Indu Netam, convenor of the Adivasi Jan Van Adhikar Manch and a member of MIRA said that “every now and then” they hear of legislative changes made without consulting the communities involved.
“How can they expect Adivasis or forest dwelling communities to access the website and read notices displayed only in English?” asked Netam. “Posters and pamphlets on the ‘Ujwala scheme’ (offering LPG connections to poor women) or ‘Swacch Bharat Abhiyan (cleanliness and sanitation)’ and ‘Digital India’ were displayed in villages with a huge photograph of Prime Minister Modi. Why then cannot critical information that affects our lives reach us?”
In a 10-page response on 3 September to Veena Kumari Dermal, PhD, a director at the ministry of mines, the Environics Trust made some suggestions:
Across the country, there are 10,000 legitimate mining leases, but about 80,000 mines operate illegally. Illegal mining operators pay no royalty and make no contribution to the DMF, so the letter suggested that village officials bring mining operations into legal records and fine illegal operators. “Revenues and penalties collected and vehicles seized must be brought into the revenues of the DMF.”
The extraction of minerals affects vegetation, soil and water quality, leaving a lasting impact on communities; while just nine per cent of India’s population is tribal, about 104 million according to the 2011 census, 40% of all mining land is in tribal areas, according to this government report. These are populations especially hard hit by the pandemic, where the DMF could prove a cushion.
Using Mining Royalties To Aid Local Communities
Many large mining states notified DMF rules by 2016, but it took a while for institutional mechanisms to be set up to use this money. In January 2019, the ministry of mines offered recommendations for better implementation and sought the involvement of gram sabhas or village-level elected bodies in planning and identification of beneficiaries.
At a January 2019 national meeting on the DMF with district collectors of all mining districts that had collected over Rs 25 crore in the fund, officials noted that only 24% of the funds had been utilized. The minutes of this meeting identified where the funds should not be used—administrative expenses should not exceed 5% of the fund—pollution control and management of mining activities should be the joint responsibility of the licence holder and the government; and the fund should “not be treated as the state budget”.
By August 2019, Chhattisgarh revised the rules and made gram sabha members a part of the governing body of the DMF. Other major mining states have not followed suit.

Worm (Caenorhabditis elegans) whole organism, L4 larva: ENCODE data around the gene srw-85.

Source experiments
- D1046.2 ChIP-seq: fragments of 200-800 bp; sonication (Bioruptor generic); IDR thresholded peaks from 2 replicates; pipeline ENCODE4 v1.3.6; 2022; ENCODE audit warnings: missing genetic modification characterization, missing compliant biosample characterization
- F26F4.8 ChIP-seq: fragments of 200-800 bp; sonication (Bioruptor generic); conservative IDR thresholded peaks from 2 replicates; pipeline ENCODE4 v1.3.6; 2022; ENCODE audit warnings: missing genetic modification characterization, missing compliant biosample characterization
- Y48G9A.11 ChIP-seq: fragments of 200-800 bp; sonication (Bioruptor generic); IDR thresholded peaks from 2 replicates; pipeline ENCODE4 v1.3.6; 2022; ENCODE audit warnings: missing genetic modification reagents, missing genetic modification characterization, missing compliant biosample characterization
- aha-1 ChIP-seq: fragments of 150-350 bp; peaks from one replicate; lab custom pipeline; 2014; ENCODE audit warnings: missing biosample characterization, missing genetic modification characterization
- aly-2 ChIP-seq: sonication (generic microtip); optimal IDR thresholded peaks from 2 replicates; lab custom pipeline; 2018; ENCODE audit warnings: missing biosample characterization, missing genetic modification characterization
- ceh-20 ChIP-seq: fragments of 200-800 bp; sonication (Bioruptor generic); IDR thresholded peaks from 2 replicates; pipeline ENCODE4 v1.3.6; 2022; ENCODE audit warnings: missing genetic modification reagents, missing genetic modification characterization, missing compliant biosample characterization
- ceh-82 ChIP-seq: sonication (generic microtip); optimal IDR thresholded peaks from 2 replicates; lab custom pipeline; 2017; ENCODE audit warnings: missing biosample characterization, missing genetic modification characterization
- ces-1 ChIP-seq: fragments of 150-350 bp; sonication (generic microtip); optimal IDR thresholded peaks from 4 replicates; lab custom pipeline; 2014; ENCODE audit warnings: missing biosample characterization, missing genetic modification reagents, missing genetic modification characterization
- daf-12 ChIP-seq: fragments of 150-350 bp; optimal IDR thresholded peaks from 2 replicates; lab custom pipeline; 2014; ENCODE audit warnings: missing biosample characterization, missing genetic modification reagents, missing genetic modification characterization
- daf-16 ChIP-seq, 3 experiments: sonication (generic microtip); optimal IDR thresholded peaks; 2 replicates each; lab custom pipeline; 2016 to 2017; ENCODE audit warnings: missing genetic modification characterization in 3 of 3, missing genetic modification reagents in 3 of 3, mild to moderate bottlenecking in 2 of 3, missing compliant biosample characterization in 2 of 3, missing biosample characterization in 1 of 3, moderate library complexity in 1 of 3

DMF funds should be used to address environmental degradation from mining and to improve the living conditions of those affected, said M K Devarajan, PhD, who served as a member of the Rajasthan state human rights commission and pushed the cause of those stricken by silicosis.
“However, politicians are using these funds for normal developmental work that should be financed from the regular budget,” said Devarajan. “Such use is illegal and unethical.”
No more than a third of Rs 30,500 crore set aside for healthcare and drinking water in mining-affected districts had been spent over five years, said the CSE April 2020 report, which noted a proclivity to spend money on physical infrastructure, such as school-building renovation.
“Different regions have different needs, and with greater participation of the gram sabhas, there will be possibilities of better planning for the long term,” said Chinmay Shalya, a CSE researcher. In Chhattisgarh’s Dantewada district, for instance, hospital staff were recruited with DMF funds and this made a “huge difference to healthcare access”, he said.
In Chhattisgarh’s Bijapur district, too, DMF money was used to hire doctors. In Odisha’s Keonjhar district, it helped buy millets to boost child-nutrition programmes and help local farmers; the fund was also used to hike wages of workers in the district under the Mahatma Gandhi National Rural Employment Guarantee Act (MGNREGA), 2005.
The Environics letter mentioned previously quotes from a 2017 government report, “State Agrarian Relations and the Unfinished Task in Land Reforms”, to underline the “twin phenomena” of rapid economic growth and an agricultural slowdown since the 1991 liberalization of the Indian economy.
The Covid-19 pandemic “has very clearly brought out” how an economy built over “a neglect of farming” can be “in the doldrums”, said the letter, noting that agriculture and forestry grew 3.4% in the April-June quarter, as India’s gross domestic product contracted 23.9%, compared to the same quarter last year.
This made the role of the ministry of mines that much more crucial in assessing whether to extract minerals or let them stay longer in the ground. “Many of us have come to realize that this earth that we live and depend upon,” said the letter, “is truly inherited from our future.”
(Rosamma Thomas is a freelance journalist based in Pune.)